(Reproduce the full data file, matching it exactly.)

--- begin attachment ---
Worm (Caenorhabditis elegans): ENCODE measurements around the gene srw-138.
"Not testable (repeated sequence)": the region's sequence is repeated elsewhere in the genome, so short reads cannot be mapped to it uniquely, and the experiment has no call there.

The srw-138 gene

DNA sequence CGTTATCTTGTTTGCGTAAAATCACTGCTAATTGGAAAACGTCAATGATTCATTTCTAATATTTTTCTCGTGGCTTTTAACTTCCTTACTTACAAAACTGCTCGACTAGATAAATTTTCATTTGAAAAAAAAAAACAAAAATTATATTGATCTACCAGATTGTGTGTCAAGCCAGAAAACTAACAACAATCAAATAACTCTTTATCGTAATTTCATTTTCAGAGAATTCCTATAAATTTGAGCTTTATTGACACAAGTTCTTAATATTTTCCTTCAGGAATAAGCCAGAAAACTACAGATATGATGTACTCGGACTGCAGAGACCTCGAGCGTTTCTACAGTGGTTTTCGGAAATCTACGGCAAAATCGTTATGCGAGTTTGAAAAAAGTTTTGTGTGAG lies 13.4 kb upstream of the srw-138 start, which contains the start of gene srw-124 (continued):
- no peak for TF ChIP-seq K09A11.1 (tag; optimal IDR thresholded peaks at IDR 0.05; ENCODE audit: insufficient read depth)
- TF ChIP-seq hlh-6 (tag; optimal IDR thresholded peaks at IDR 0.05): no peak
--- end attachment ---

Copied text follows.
Worm (Caenorhabditis elegans): ENCODE measurements around the gene srw-138.
"Not testable (repeated sequence)": the region's sequence is repeated elsewhere in the genome, so short reads cannot be mapped to it uniquely, and the experiment has no call there.

The srw-138 gene

DNA sequence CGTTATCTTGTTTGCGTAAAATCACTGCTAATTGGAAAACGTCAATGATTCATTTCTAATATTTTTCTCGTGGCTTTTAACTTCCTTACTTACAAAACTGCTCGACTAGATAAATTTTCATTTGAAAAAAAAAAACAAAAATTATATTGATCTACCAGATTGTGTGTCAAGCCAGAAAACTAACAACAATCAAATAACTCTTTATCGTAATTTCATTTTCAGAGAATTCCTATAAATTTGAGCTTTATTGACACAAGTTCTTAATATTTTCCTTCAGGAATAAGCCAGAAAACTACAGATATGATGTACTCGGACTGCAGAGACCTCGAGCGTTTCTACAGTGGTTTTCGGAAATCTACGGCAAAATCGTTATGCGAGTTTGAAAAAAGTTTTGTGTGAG lies 13.4 kb upstream of the srw-138 start, which contains the start of gene srw-124 (continued):
- no peak for TF ChIP-seq K09A11.1 (tag; optimal IDR thresholded peaks at IDR 0.05; ENCODE audit: insufficient read depth)
- TF ChIP-seq hlh-6 (tag; optimal IDR thresholded peaks at IDR 0.05): no peak